Trading Roles: Gender, Ethnicity, and the Urban Economy in Colonial Potosí
Besorgung - Lieferbarkeit unbestimmt
BeschreibungA social history of trade in a colonial city in Peru, arguing that markets, stores, and taverns were important sites of cultural creation and showing how the gender and ethnic identities of participants affected how they adapted to the market economy.
PortraitJane E. Mangan is Assistant Professor of History at Davidson College in Davidson, North Carolina. She is the editor of "Natural and Moral History of the Indies," by Jose de Acosta (also published by Duke University Press).
Pressestimmen"Trading Roles is a pioneering study. The mass of research Jane E. Mangan has put into the work is truly amazing. She makes the lives of the vast majority of the population of Potosi come alive."--Erick D. Langer, author of Economic Change and Rural Resistance in Southern Bolivia, 1880-1930 "Trading Roles is an unusually lively, detailed account of 'the underdogs' of a colonial Spanish American city. It draws attention not only to relatively invisible historical actors but to the rich texture of the deals and socially patterned expectations that brought them together."--Kathryn Burns, author of Colonial Habits: Convents and the Spiritual Economy of Cuzco, Peru "This intriguing work will be of interest to advanced students and specialists in Latin American trade and commerce, banking and credit, urbanization, and gender and ethnic studies. Recommended."--V.H. Cummins, Choice "A superb work of social and economic history and a major contribution to the field of colonial Latin America... Wonderful."--Jeremy Baskes, Business History Review "Mangan's book ... demonstrates postmodern sensibility without any postmodern silliness... It leaves the reader with a memorable view of the indigenous people of Potosi wrestling their lives from the opportunities they found."--Camilla Townsend, Journal of Colonialism and Colonial History "In the historiography on colonial Potosi, Mangan's work is distinctive for its concentration on the grassroots of daily market activities and mundane business dealings... The great strength of Mangan's book is that she brings to life the world of the common vendors, artisans, merchants, and suppliers that made a great colonial city work."--Timothy E. Anna, Colonial Latin American Historical Review "This is a highly readable, well-argued study appropriate for courses on the urban economy as well as gender history... It does offer an inclusive and fresh approach to understanding how women and men of all ethnic groups came to create a colonial world in Potosi."--Karen B. Graubart, Hispanic American Historical Review "Mangan's look at non-elite participation in Potosi's economy is a contribution to our understanding of adaptation and negotiation in the face of an expanding colonial economic system." --Cynthia E. Milton, Canadian Journal of Latin American and the Caribbean "Mangan's writing is skilful with keen turns of phrases as she evokes the sights and the smells of the Andean market. Firmly ethno-historical, Mangan's book is accessible to undergraduate and graduate students alike, who can experience the complexity of southern Andean colonial society without the overwhelming barrage of specific terms, names, and cultural concepts."--Rachel Sarah O'Toole, Itinerario "Mangan makes a unique contribution by telling the local tale... Mangan did the work and brings excitement to the narrative. The data is supported by attractive and effective maps, prints, and appendices. The writing is scholarly, agile, and even fun as Mangan follows the lives of Spanish, Criollo, Indigenous and African men and women in their economic pursuits."--James J. Harrington, Canadian Journal of History "A fascinating and detailed case study based on important and original research... Trading Roles makes a significant and thoughtful contribution to our understanding of specific networks of exchange, credit, and interaction in colonial Peru."--Caroline Dodds, Sixteenth Century Journal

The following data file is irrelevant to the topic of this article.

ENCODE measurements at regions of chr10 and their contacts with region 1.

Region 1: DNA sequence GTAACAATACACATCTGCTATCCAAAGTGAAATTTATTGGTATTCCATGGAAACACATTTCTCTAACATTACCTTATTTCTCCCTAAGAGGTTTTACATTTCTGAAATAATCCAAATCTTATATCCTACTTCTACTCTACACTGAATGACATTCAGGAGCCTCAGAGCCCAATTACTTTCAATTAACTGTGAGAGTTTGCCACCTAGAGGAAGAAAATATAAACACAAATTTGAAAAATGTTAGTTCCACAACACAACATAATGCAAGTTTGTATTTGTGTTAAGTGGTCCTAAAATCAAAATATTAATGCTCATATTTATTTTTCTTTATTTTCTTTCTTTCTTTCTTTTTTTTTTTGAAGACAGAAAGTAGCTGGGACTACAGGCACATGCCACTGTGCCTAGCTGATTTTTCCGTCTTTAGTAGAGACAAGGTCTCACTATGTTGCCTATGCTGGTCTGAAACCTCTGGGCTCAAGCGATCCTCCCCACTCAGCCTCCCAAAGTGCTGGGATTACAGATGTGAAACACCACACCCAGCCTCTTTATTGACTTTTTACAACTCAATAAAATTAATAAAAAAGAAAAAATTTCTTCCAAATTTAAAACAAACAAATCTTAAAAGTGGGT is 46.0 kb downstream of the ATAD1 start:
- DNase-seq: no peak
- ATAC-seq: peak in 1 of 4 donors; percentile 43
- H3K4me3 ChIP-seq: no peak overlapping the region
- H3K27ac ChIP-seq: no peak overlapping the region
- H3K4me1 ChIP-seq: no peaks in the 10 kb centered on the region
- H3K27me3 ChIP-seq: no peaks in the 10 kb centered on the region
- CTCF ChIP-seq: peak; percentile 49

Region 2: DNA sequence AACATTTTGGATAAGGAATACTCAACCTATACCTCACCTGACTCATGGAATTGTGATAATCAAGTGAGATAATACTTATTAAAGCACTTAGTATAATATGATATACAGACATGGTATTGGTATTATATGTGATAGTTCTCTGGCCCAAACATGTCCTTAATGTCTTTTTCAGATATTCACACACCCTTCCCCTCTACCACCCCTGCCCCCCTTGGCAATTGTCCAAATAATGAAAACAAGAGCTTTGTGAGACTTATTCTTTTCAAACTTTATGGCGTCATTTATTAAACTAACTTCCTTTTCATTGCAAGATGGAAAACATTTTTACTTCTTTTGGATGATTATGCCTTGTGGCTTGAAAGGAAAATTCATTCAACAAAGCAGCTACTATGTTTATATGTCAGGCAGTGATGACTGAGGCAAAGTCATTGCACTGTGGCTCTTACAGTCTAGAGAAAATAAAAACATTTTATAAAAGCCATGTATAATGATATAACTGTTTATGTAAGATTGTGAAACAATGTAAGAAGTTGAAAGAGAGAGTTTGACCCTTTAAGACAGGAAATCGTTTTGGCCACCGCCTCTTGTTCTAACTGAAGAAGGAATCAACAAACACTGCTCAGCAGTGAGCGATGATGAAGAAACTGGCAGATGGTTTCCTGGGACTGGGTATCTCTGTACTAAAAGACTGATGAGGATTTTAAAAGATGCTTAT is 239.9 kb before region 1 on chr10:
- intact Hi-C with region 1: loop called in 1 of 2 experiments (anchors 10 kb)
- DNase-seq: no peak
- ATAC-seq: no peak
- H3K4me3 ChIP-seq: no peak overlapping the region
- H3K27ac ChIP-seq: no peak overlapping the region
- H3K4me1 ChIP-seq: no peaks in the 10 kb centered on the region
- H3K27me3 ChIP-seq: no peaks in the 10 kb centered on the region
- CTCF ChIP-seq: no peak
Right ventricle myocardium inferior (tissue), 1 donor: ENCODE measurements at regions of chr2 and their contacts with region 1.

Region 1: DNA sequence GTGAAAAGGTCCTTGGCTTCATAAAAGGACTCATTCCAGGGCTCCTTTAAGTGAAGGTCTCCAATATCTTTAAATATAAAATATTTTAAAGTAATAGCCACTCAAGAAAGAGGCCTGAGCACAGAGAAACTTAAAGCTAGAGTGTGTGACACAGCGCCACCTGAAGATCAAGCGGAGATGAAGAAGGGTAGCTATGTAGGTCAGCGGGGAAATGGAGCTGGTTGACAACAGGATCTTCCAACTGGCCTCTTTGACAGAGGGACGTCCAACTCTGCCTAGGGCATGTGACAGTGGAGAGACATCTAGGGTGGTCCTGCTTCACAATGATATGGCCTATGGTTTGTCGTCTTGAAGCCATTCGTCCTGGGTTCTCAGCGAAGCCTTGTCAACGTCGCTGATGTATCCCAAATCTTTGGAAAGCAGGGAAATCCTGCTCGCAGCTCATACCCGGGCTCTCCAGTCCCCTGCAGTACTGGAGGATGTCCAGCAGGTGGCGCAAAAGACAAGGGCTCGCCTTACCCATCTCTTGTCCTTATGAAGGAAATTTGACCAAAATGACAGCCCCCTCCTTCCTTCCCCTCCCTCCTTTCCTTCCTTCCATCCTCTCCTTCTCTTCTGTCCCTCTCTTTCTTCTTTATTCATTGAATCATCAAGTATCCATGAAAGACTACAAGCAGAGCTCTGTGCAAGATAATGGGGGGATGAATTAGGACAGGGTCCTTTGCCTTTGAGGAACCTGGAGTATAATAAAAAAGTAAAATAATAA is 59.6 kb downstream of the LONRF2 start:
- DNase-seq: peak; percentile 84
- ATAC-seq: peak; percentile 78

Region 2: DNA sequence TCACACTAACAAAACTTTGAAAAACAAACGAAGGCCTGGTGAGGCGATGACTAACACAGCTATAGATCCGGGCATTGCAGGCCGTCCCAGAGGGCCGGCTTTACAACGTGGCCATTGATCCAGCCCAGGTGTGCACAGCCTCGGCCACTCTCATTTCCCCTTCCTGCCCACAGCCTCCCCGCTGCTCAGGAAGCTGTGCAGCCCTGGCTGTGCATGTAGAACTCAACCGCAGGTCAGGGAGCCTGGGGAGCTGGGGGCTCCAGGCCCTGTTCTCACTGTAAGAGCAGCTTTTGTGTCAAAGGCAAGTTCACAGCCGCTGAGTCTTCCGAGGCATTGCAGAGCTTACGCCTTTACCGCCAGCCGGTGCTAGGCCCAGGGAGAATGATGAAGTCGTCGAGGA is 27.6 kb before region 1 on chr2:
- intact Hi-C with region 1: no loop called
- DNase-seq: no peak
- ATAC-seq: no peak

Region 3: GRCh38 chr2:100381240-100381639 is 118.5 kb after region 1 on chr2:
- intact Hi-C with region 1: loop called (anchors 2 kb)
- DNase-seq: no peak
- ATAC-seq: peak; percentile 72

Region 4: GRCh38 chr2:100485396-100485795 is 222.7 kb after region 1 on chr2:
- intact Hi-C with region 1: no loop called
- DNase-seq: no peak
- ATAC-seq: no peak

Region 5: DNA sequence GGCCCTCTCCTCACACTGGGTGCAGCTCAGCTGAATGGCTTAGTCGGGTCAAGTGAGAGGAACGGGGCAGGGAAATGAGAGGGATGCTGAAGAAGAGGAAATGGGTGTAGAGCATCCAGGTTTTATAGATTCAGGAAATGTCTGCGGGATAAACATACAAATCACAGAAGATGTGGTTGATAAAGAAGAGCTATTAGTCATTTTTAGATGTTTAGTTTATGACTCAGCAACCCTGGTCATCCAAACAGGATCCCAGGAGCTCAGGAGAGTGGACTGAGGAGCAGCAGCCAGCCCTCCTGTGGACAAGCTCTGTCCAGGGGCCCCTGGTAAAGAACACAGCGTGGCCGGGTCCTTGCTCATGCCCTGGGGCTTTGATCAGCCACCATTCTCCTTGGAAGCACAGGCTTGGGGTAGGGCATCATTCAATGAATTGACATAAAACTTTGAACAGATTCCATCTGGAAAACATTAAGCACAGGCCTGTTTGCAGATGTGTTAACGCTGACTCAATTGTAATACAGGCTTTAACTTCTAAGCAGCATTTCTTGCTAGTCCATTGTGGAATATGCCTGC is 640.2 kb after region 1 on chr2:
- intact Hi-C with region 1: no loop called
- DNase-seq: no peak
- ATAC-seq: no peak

Untertitel: New. Sprache: Englisch.
Verlag: DUKE UNIV PR
Erscheinungsdatum: Mai 2005
Seitenanzahl: 296 Seiten